The State Department told JTA that it evaluates visa requests on a case-by-case basis and visas are denied based on U.S. law. Customs and Border Protection does not comment on individual denials of entry.

But former officials and experts said that the string of denials suggests there may be a de facto ban on Palestinian activists, especially as President Donald Trump's team prepares to publish its plan for Israeli-Palestinian peace. Experts stressed, however, that they do not know concretely of any change in policy.

"The Trump administration has not announced any change in U.S. policy when it comes to entry of Palestinians to the United States," said Lara Friedman, president of the Foundation for Middle East Peace and a former U.S. foreign service officer in Jerusalem. "One [denial] could be just a random happenstance, two could be a coincidence. Three, it's reasonable to ask whether or not there hasn't been a de facto shift in U.S. policy that is denying visas to Palestinians to come to the U.S. based on their political views, which would be deeply troubling."

Visa denials are up across the board since Trump took office, said Greg Siskind, an immigration lawyer, and are particularly high for people from Arab and Muslim countries. But he said U.S. officials have broad latitude in deciding who to admit to the country.

"There may be policies that are going on, but there may be things that are not specific to any one nationality," he said. "It may very well be that they have been individually targeted.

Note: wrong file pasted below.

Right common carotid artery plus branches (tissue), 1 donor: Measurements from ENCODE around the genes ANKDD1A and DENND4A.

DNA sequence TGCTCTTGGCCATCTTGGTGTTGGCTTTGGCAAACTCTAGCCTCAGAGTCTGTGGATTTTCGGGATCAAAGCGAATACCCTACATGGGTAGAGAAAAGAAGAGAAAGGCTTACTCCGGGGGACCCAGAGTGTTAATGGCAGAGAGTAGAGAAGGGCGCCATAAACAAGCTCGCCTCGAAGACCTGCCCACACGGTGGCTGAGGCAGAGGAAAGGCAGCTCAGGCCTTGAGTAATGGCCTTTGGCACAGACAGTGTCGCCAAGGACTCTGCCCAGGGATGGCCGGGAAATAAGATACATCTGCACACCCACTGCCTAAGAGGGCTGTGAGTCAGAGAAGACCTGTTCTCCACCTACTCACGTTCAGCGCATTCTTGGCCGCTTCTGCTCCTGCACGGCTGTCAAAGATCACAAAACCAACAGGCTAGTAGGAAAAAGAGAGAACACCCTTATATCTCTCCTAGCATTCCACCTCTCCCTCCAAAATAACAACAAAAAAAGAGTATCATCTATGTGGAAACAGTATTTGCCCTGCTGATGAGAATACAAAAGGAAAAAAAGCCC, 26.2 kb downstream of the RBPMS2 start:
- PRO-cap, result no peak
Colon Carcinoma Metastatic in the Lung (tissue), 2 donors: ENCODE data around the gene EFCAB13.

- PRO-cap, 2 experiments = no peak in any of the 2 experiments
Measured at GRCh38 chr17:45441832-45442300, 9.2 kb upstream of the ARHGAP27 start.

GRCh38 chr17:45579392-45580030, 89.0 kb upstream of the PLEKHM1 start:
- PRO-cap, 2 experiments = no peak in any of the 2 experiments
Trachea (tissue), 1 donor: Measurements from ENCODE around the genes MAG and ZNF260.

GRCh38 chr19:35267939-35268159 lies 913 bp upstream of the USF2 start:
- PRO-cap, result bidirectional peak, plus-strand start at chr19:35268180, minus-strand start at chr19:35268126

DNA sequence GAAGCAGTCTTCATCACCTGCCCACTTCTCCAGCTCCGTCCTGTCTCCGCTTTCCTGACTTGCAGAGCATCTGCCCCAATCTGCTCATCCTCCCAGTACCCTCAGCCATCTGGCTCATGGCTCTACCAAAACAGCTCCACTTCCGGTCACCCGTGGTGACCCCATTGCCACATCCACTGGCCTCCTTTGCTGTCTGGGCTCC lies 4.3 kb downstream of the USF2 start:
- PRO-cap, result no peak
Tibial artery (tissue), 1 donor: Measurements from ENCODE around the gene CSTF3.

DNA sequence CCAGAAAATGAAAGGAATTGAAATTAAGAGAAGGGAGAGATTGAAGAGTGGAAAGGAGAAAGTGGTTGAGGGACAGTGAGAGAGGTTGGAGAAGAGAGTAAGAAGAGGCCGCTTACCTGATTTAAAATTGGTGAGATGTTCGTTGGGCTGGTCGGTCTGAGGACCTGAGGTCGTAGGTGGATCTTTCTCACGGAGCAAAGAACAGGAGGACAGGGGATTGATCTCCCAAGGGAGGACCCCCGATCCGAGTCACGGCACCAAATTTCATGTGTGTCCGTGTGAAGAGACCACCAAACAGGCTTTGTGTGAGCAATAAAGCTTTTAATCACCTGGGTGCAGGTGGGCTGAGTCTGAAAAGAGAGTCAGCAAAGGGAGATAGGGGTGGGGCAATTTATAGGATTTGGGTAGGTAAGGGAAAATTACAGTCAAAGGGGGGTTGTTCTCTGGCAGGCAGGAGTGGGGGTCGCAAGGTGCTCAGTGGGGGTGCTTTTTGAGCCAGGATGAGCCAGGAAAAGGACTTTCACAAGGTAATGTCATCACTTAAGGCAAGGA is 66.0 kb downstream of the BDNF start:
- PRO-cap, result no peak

Siskind said individual examiners have a great deal of discretion and there is no appeals process.

"It could just be fluky," he said, "if there's one examiner who knew who she was and they're going to create problems with her."

But Friedman said that in her experience, an everyday bureaucratic mix-up would be less likely for someone like Ashrawi.

"Someone with the stature of Hanan Ashrawi doesn't just go through the regular diplomatic process," she said. "It gets noted. She's had a visa for years. She travels here often, and over a long period of time. To not give her a visa this time is a significant change."

If the activists are being barred due to their ideology, it wouldn't be the first time that has happened in the United States, according to a report by the American Civil Liberties Union. The report says the country has sought to prevent speakers from entering based on their ideology since at least the Cold War. Previous activists who were barred from entering include Pierre Trudeau, who later became Canada's prime minister, and Mahmoud Darwish, the Palestinian poet.

"The thing all these people have in common is their activism on behalf of freedom for Palestinian people," said Diala Shamas, a staff attorney for the Center for Constitutional Rights, a legal advocacy group that advocates for Palestinian causes. "It's troubling to see that we are in a place where the U.S. administration is choosing to revoke them from coming to the U.S. to speak, to advocate, to meet with Americans."